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The Social Conquest of Earth Hardcover – 4 May 2012
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Pretty much anything Wilson writes is well worth reading, and his latest, The Social Conquest of Earth, is no exception Read the master biologist himself in this marvelous book... -- --Michael Shermer
"Where do we come from? What are we? Where are we going Those famous questions, inscribed by Paul Gauguin in his giant Tahitian painting of 1897, introduce The Social Conquest of Earth. Their choice proclaims Edward O Wilson 's ambitions for his splendid book, in which he sums up 60 distinguished years of research into the evolution of human beings and social insects. --Financial Times
What Wilson ends up doing is so profound that the last eight chapters could stand alone as a separate book, because what he ends up doing is no less than defining human nature itself. --Robert Knight, Washington Independent Review of Books
The Social Conquest of Earth is one of the supreme examples of evolutionist writing --Literary Review
About the Author
Edward O. Wilson, a professor emeritus at Harvard University, is the author of more than twenty-five books, including the Pulitzer Prize-winning The Ants and the bestselling novel Anthill (ISBN 978 0 393 33970 3). Also available: The Superorganism (ISBN 978 0 393 06704 0) and From So Simple a Beginning (ISBN 978 0 393 06134 5).
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Wilson should not only apologise, but he should also give full credit to those who gave us the idea of group selection long ago, in particular the Scotsman Sir Arthur Keith, who very expertly laid out the theory of group selection in his book 'A New Theory of Evolution' in 1948! Keith went on to justify war, and describe man as having a dual code which he called the 'Amity Enmity complex'. Keith saw war between tribes and cultures as essential . Wilson has stolen these ideas wholesale, and even uses the terms in-group and out-group, which Keith invented - without even a mention of Keith! I hurts to see Wilson being credited with a new idea! Wilson is bad crediting earlier workers in general, and non of the key names in sociology, psychology, or ethology appear in the index. No mention of Konrad Lorenz, famous founder of Ethology who wrote many books on human behaviour; or his famous disciples Nicolaas Tinbergen and Eibl Eibesfeldt (mentor of David Attenborough), or the key phenomenon of 'imprinting' studied by these workers (not to be confused with the unfortunate use of the term imprinting in epigenetics which though possibly part of the mechanism is not the phenomenon). Wilson talks of 'prepared learning' but with no mention of the imprinting concept or of the 'critical periods' involved (Lorenz famously realised that geese took the first thing they saw to be their mother, no matter how ridiculous, and later took it as their object of sexual attraction too.) John Bowlby, psychologist and Mary Ainsley identified what is known as 'attachment' in babies which involves a similar critical period.)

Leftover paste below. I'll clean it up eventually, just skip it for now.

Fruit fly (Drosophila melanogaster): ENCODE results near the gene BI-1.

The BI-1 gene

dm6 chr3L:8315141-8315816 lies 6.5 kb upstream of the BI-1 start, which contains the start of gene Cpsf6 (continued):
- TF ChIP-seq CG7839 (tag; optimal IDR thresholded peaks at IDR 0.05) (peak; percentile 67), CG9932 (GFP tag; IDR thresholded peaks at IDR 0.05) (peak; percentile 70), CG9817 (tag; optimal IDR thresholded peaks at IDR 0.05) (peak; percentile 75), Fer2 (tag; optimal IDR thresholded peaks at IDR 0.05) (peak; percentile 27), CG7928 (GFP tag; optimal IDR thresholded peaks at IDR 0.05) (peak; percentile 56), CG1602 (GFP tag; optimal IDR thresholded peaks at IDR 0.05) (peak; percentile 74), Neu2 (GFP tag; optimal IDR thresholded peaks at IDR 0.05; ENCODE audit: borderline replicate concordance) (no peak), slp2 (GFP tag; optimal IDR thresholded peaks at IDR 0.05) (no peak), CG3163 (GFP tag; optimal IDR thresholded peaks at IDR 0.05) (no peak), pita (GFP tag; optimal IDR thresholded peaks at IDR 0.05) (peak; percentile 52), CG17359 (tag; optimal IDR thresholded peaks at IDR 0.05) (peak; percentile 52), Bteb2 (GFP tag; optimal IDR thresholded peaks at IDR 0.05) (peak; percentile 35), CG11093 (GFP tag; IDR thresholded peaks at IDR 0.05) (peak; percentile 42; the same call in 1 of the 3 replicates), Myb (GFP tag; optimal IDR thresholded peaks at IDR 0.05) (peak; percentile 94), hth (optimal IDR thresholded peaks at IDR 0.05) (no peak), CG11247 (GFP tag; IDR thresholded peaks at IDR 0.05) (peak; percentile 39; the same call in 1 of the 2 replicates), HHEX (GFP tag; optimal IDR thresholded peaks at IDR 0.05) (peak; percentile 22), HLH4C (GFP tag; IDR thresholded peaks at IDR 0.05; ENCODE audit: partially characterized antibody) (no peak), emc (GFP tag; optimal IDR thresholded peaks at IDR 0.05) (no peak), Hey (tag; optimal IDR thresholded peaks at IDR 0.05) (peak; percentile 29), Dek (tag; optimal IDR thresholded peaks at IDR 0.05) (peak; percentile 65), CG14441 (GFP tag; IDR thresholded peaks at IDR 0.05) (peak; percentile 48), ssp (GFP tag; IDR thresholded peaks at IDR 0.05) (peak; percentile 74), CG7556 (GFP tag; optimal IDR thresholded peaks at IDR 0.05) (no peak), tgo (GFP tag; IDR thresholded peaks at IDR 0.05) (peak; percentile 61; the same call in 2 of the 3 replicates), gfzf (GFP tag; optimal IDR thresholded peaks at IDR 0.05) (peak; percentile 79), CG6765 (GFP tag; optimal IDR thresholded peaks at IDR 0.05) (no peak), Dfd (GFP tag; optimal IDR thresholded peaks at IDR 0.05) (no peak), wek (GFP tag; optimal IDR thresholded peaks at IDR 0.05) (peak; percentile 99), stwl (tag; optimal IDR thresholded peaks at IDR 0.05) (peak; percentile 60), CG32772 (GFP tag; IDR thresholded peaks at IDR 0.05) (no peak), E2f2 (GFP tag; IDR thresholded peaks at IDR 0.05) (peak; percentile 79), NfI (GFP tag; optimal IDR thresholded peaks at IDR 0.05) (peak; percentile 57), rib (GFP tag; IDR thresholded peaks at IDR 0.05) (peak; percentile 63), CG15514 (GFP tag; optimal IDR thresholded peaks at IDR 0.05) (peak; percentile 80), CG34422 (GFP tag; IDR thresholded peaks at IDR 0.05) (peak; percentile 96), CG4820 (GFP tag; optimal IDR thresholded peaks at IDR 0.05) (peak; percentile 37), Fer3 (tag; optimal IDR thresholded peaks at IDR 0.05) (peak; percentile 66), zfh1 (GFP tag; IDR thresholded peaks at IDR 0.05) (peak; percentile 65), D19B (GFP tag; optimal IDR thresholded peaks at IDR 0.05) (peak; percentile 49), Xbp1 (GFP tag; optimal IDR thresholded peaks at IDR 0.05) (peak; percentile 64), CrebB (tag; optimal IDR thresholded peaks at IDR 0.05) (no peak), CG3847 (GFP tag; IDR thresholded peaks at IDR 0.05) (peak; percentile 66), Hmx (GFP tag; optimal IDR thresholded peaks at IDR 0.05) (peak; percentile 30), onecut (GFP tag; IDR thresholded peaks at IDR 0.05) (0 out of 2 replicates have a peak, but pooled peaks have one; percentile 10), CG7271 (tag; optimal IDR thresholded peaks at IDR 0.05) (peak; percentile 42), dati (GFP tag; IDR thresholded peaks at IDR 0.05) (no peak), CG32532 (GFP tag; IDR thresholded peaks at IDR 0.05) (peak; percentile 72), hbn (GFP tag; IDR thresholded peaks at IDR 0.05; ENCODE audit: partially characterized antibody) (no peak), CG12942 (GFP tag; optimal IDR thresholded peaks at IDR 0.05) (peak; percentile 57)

Wilson still talks of a 'gene for altruism', but since the reading of the human genome in 2000, everything in the world of genetics has changed. There are only 22,000 'genes' and half of those code for 'structural proteins' - the basic building blocks common to most creatures, and most of the rest are shared with other life forms - there are just non left to code for all the complexity of human life. Geneticists now talk of gene expression, and a whole new science of epigenetics has grown up over the last fifteen years, as has a whole new science of RNA - micro RNA's, long non-coding RNA and so on and on. Experts I have spoken to have said to me "ten years ago I thought I understood how genes work - now I haven't a clue". That's the general view; that it's much much more complicated than we ever dreamt! The idea of a 'gene for a characteristic' however you define 'gene', is dead! Wilson also talks of alternative 'alleles', but most genes only have at most a few alleles, and where they affect development it is generally for simple things determined by a change of protein, like eye colour, not subtle optimisation for survival.
What Wilson is good at is comparing humans to ants - he is of course the acknowledged expert on hymenoptera. I like the way he points out that an extraterrestrial landing on earth three million years ago would have been amazed by leaf-cutter ants, but considered australopith man to have little future (I paraphrase). He has brought us a very good understanding of how ant societies do not function as human ones do because of a big difference - selection does not occur between workers, who therefore do not compete among themselves; they are a function of the queen's genes. His idea that sociality requires a 'nest', which was initially the fire around which people gathered, is interesting, as is the fact that an ant could never start or carry fire - a matter of scale and getting burnt - and could therefore never build a technology.
Reading his mature work just now I feel his activist detractors (Profs Rose, etc.) should be ashamed of their conduct.
Social Conquest is a triumph of dogged research work and enlightening to scientists in other fields, as well as young entrants in gis own field.